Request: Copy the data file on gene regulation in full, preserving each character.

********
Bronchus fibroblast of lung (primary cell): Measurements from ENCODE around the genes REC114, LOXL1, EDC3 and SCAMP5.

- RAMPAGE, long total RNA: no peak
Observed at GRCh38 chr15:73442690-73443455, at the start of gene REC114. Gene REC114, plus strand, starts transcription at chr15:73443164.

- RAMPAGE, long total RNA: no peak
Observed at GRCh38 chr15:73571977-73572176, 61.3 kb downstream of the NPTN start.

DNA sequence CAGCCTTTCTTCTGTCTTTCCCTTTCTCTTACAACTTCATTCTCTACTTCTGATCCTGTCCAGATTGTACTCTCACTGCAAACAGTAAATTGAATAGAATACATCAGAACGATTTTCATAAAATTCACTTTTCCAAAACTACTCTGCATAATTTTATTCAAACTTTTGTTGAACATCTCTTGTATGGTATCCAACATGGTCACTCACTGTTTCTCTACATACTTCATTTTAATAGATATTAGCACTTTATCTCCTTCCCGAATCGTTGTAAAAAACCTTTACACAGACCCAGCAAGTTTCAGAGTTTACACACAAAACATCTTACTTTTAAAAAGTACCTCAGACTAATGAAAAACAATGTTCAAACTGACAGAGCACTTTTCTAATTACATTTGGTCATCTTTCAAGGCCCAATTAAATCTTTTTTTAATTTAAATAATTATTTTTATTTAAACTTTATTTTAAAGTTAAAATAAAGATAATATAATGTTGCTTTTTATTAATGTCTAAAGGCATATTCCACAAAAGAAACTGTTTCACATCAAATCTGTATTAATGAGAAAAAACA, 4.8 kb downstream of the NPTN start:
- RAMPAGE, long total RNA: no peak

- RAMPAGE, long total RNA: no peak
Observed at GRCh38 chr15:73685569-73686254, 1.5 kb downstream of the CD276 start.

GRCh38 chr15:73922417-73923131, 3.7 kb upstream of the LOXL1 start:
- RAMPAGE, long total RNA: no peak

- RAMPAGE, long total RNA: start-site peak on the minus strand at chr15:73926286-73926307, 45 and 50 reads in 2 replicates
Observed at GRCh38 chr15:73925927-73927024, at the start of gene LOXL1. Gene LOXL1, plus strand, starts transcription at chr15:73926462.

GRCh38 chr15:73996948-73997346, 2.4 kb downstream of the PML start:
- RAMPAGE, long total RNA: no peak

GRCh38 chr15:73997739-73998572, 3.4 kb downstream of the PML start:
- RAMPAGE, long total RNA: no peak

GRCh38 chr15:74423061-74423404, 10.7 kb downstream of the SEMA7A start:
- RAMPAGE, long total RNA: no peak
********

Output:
Bronchus fibroblast of lung (primary cell): Measurements from ENCODE around the genes REC114, LOXL1, EDC3 and SCAMP5.

- RAMPAGE, long total RNA: no peak
Observed at GRCh38 chr15:73442690-73443455, at the start of gene REC114. Gene REC114, plus strand, starts transcription at chr15:73443164.

- RAMPAGE, long total RNA: no peak
Observed at GRCh38 chr15:73571977-73572176, 61.3 kb downstream of the NPTN start.

DNA sequence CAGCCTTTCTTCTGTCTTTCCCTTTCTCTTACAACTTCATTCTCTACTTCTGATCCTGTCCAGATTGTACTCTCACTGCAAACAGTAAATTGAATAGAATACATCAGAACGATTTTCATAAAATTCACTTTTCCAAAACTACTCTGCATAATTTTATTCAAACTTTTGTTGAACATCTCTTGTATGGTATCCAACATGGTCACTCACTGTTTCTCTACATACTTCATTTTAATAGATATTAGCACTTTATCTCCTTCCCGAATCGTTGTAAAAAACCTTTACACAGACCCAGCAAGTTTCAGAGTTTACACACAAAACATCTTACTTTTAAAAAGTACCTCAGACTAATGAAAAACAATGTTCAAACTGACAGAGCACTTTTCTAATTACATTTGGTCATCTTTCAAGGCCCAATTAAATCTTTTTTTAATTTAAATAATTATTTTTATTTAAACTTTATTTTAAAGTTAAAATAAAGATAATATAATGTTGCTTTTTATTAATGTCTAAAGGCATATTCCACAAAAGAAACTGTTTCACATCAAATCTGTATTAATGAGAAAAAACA, 4.8 kb downstream of the NPTN start:
- RAMPAGE, long total RNA: no peak

- RAMPAGE, long total RNA: no peak
Observed at GRCh38 chr15:73685569-73686254, 1.5 kb downstream of the CD276 start.

GRCh38 chr15:73922417-73923131, 3.7 kb upstream of the LOXL1 start:
- RAMPAGE, long total RNA: no peak

- RAMPAGE, long total RNA: start-site peak on the minus strand at chr15:73926286-73926307, 45 and 50 reads in 2 replicates
Observed at GRCh38 chr15:73925927-73927024, at the start of gene LOXL1. Gene LOXL1, plus strand, starts transcription at chr15:73926462.

GRCh38 chr15:73996948-73997346, 2.4 kb downstream of the PML start:
- RAMPAGE, long total RNA: no peak

GRCh38 chr15:73997739-73998572, 3.4 kb downstream of the PML start:
- RAMPAGE, long total RNA: no peak

GRCh38 chr15:74423061-74423404, 10.7 kb downstream of the SEMA7A start:
- RAMPAGE, long total RNA: no peak